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So ive been encountering several exercises where we have a particle decay (into two other particles) and we're asked to calculate the, say, CM orbital angular momentum of the outgoing 2 particles (based on our knowledge of spins of the particles in question and angular momenta algebra). This is a straightforward exercise to solve but I am left with the question of why do we assume angular momentum is quantized in the first place?

Take the particle before it decays. There is no mention of external forces we assume it's a free particle. It has quantized spin, sure, but a free particle has no (to the best of my knowledge) quantized orbital angular momentum, so how do we compute $J$ (i.e. total angular momentum) in this case? can we even talk about $J$ at all? The same applies to the outgoing particles, why do we assume they have quantized orbital angular momentum? All I see is two free particles which, again, have no quantized orbital angular momentum.

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    $\begingroup$ Free electrons can have orbital angular momentum. See this article here en.wikipedia.org/wiki/… and this post on PSE physics.stackexchange.com/q/414758 $\endgroup$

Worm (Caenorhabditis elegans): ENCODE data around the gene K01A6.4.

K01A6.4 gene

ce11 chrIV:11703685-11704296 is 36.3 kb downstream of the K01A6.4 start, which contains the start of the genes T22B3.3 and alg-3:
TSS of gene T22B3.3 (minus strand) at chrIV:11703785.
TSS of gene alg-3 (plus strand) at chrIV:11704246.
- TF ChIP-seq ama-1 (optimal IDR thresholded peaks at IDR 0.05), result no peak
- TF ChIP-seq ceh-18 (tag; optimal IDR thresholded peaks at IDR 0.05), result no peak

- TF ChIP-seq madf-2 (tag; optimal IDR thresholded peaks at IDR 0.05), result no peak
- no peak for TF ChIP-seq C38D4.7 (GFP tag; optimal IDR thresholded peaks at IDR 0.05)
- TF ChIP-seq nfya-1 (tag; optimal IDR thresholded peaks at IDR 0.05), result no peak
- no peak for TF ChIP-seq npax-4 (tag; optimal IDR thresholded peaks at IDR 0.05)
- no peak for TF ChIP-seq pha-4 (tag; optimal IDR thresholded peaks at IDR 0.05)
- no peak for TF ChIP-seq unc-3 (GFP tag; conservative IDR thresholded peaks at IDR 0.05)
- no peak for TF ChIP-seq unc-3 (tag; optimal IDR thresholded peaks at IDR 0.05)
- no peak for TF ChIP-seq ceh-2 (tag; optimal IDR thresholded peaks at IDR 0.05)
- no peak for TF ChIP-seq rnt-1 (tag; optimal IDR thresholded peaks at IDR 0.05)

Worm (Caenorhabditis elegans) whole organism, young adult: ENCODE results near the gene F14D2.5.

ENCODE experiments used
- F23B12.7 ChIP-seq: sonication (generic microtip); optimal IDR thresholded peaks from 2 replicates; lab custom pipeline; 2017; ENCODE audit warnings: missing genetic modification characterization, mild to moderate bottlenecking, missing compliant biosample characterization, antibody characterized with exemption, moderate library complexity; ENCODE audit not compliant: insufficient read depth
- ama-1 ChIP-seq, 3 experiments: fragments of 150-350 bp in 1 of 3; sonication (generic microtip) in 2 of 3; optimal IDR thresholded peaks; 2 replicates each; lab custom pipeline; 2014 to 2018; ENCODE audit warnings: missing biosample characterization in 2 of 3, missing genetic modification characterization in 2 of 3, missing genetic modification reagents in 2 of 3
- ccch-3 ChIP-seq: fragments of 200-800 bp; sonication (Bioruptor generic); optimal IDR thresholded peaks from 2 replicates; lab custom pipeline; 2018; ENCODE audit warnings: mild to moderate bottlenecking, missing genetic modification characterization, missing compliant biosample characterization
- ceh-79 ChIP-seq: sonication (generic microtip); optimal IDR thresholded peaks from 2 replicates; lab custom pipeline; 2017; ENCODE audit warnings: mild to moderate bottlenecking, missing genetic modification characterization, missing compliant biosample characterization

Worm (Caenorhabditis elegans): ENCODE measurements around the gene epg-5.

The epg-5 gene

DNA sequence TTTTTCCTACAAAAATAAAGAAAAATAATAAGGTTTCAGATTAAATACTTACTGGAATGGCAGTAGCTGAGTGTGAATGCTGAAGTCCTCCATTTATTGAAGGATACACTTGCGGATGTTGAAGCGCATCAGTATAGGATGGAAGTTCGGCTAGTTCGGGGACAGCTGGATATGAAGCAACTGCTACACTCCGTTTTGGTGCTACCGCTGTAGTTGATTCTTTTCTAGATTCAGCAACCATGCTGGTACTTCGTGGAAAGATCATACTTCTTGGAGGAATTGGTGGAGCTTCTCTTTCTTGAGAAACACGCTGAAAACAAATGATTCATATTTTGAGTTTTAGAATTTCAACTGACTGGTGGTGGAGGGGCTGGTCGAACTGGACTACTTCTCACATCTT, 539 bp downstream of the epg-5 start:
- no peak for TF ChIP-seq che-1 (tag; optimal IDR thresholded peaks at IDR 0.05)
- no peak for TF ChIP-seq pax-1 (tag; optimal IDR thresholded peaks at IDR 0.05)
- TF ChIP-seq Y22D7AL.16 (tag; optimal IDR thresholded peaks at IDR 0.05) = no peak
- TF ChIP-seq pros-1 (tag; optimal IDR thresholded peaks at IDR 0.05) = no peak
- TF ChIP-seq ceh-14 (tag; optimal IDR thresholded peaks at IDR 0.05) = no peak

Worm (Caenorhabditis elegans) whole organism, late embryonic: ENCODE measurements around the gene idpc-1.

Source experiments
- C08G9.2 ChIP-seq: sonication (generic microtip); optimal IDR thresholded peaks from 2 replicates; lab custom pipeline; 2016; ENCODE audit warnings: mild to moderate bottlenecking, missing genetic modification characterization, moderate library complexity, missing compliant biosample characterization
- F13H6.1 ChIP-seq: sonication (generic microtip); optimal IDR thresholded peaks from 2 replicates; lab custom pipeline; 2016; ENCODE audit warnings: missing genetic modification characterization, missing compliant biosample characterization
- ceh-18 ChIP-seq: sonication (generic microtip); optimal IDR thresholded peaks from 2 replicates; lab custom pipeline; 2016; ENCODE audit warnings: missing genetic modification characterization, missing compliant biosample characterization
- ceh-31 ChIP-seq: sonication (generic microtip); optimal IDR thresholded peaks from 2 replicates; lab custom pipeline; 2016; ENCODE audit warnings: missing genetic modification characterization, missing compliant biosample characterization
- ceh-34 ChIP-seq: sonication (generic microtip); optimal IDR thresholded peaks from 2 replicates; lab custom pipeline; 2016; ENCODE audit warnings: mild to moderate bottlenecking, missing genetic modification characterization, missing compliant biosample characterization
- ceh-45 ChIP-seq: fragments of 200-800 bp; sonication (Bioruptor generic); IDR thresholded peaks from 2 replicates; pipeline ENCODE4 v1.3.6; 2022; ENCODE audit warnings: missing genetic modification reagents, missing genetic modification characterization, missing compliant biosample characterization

– joseph h
    Sep 25, 2020 at 10:20
  • $\begingroup$ Well, that's a surprise. So is orbital AM always quantized? $\endgroup$
    – Leonid
    Sep 25, 2020 at 10:49
  • $\begingroup$ In the realm of quantum scales, yes. $\endgroup$
    – joseph h
    Sep 26, 2020 at 0:26
  • $\begingroup$ @Leonid quantization arises when there are potentials with a solution to the quantum mechanical state that gives specific angular momentum wavefunctions $\endgroup$
    – anna v
    Sep 26, 2020 at 4:39

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Angular momentum conservation is one of the strict axiomatic laws that covers all of classical and quantum physics.

Quantization arises because of the quantum mechanical equations that are needed to describe the microcosm of particles, and quantization arises when there are potentials that have to be imposed on the particle. To begin with it was necessary in order to model the stability of atoms: electrons do not fall on the nucleus and neutralize the atom, see this.

A free particle has a specific spin. The particles from the decay also have a specific spin, which is by construction quantized, not continuous. Conservation of angular momentum imposes quantization to the products, in order for the initial particle spin (angular momentum) to be conserved. Spin for particles had to be invented in order to have conservation of angular momentum at the quantum level too. See this answer.

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